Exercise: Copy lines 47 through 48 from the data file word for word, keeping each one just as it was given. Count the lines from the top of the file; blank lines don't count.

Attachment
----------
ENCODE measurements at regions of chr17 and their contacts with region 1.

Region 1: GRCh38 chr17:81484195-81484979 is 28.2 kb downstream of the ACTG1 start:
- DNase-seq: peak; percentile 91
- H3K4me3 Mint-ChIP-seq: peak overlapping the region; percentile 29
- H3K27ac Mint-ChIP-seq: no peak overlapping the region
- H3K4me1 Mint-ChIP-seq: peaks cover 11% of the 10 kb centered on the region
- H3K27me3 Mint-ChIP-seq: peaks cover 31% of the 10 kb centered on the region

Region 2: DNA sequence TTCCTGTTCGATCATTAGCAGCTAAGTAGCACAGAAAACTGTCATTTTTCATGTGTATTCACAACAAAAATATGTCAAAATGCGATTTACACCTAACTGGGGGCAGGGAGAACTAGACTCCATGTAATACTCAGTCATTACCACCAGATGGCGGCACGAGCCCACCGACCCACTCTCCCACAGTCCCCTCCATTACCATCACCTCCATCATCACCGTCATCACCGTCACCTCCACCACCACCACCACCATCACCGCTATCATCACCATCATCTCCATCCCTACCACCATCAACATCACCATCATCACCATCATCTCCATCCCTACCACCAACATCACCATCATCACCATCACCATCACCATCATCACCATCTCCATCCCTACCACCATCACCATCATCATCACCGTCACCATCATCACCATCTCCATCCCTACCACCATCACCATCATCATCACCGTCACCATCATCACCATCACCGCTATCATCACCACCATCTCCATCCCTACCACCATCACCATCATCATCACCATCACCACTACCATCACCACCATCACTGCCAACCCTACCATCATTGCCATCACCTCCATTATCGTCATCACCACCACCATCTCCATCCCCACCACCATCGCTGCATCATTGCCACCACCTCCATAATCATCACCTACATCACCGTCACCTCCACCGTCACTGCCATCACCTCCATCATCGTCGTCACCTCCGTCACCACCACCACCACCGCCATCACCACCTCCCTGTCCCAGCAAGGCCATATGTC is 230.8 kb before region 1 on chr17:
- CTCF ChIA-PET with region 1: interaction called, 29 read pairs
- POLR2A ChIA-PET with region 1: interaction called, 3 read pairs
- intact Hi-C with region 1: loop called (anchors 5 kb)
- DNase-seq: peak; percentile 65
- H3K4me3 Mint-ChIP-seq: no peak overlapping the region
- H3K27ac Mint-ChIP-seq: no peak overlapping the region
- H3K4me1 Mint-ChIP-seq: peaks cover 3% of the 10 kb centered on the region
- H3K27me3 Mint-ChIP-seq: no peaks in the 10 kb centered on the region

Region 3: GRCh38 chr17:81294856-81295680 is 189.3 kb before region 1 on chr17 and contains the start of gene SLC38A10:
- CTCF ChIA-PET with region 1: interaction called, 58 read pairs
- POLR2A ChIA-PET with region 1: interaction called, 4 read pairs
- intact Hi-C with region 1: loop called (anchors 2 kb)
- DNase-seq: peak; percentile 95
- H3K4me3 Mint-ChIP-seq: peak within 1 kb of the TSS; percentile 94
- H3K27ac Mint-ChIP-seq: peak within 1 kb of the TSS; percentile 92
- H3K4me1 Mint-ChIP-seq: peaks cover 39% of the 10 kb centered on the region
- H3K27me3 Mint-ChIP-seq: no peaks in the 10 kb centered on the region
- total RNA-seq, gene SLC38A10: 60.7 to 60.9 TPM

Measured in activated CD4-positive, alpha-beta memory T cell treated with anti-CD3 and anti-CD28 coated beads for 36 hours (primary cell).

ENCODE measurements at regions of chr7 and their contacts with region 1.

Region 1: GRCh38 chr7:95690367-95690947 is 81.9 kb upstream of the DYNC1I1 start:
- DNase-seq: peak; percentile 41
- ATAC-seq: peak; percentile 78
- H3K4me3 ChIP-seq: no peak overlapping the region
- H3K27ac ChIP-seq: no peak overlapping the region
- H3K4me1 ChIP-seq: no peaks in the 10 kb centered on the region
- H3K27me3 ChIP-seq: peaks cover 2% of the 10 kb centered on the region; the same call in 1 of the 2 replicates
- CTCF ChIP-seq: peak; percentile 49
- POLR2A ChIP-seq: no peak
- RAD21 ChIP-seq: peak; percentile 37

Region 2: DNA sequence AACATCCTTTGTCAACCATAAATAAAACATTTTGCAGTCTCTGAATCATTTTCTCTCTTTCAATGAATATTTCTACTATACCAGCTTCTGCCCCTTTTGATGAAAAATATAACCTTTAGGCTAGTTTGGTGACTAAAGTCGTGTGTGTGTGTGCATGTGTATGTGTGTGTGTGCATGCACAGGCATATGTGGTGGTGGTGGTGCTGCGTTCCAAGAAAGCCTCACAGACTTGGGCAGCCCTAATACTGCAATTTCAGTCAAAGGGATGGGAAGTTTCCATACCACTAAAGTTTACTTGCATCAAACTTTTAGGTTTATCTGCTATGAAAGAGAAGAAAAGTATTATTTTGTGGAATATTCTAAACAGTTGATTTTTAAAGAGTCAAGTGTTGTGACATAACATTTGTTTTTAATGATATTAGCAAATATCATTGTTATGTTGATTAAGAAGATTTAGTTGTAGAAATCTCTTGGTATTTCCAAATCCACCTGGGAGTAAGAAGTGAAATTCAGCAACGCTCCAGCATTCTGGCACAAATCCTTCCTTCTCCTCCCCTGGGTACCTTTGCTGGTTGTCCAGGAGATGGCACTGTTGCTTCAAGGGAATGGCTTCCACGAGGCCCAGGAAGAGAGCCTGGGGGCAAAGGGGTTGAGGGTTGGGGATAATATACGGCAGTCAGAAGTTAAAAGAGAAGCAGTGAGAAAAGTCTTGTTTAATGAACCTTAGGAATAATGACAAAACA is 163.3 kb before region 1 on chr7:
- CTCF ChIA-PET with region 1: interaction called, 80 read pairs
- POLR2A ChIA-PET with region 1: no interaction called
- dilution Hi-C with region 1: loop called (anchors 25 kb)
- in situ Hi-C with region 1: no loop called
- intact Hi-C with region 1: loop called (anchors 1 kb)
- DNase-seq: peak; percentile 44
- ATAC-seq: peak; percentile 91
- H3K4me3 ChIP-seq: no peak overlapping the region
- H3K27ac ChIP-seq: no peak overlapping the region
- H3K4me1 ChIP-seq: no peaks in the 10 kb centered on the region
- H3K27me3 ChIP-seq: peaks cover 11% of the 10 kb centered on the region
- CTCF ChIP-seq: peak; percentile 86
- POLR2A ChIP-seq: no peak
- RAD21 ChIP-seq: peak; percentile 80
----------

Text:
- H3K4me3 ChIP-seq: no peak overlapping the region
- H3K27ac ChIP-seq: no peak overlapping the region